Chuck Statler, arguably the godfather of the music video, is a pioneer who directed music films for upstart record labels and emerging superstars like Elvis Costello, Madness, and DEVO before MTV’s existence. Minneapolis-based but Akron-born-and-bred, Statler met fellow art students Mark Mothersbaugh and Gerry Casale—the nucleus of DEVO—at Kent State University in the early 1970s. They soon began collaborating on the music films that would become a hallmark of DEVO’s act. Soon Stiff, Blank, ZE Records, and other maverick New Wave labels commissioned Statler to produce films for their artists. Music videos (aka short band films), traced from the budding European “pop clip” business of the 1960s, were used by record labels in America and Europe to promote new talent. Already friendly with many New Wave artists and skilled in 16mm film production, Statler soon found his niche. Highlights include films of Costello, Graham Parker, Nick Lowe, Madness, Suicide Commandos, and DEVO. Post-MTV clips include music by Pere Ubu, The Moldy Peaches, and The Wipeouters.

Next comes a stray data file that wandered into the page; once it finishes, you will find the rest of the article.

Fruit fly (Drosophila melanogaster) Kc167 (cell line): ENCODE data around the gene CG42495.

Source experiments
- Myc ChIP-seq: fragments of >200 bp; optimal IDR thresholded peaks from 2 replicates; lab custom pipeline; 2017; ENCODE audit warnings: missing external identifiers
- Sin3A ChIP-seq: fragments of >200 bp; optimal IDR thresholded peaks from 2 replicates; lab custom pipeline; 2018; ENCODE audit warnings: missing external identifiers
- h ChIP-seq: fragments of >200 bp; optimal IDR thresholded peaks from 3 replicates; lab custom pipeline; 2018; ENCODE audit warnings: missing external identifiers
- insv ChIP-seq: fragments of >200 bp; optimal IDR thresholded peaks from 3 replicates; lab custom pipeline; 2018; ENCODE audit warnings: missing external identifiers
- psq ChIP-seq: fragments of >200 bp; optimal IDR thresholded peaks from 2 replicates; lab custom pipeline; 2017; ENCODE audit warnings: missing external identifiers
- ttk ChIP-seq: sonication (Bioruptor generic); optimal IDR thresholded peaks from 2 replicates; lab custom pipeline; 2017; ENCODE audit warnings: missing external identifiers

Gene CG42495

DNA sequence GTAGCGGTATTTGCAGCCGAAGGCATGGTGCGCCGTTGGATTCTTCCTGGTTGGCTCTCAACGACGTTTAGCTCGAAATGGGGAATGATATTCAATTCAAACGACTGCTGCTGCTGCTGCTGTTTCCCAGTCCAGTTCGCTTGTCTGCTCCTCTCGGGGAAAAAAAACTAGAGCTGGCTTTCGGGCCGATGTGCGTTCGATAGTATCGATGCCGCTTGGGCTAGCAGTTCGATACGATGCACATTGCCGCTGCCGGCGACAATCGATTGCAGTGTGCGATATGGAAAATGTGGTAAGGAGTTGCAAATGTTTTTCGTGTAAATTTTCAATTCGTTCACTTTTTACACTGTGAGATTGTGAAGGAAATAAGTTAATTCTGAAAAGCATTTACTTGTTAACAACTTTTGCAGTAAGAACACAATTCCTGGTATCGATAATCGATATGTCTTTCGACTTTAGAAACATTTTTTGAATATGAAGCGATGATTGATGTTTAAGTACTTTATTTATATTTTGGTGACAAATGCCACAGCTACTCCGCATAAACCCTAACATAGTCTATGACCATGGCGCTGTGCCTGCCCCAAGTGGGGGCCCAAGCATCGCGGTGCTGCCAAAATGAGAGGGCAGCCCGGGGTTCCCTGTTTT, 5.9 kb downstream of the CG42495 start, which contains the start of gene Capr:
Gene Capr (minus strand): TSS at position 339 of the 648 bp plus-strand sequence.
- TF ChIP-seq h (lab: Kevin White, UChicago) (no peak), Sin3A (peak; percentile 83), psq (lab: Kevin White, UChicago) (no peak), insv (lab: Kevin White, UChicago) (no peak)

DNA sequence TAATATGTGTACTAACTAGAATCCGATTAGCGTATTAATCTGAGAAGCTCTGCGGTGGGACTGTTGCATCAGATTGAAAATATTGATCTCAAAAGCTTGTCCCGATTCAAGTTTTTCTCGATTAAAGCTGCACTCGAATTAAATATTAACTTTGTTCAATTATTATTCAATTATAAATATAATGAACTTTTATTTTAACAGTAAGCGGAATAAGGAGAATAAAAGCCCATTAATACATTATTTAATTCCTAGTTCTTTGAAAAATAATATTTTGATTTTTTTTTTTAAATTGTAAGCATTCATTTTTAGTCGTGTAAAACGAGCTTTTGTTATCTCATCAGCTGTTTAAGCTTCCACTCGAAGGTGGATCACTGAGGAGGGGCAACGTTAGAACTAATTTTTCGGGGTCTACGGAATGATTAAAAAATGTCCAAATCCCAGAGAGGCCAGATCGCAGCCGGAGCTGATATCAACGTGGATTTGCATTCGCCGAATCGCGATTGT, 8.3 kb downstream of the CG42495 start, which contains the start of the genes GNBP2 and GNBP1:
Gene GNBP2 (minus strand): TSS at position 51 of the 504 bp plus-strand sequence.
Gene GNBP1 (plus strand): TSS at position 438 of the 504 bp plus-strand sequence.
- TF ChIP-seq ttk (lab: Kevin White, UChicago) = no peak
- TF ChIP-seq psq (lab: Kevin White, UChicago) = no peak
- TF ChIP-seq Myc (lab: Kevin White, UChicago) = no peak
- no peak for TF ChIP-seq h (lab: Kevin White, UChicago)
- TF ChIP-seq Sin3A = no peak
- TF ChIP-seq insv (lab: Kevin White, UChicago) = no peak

(Chuck Statler, 1976)
A music video featuring the band Devo and two of their songs: Secret Agent Man and Jocko Homo. This won an award at the 15th Ann Arbor Film Festival and...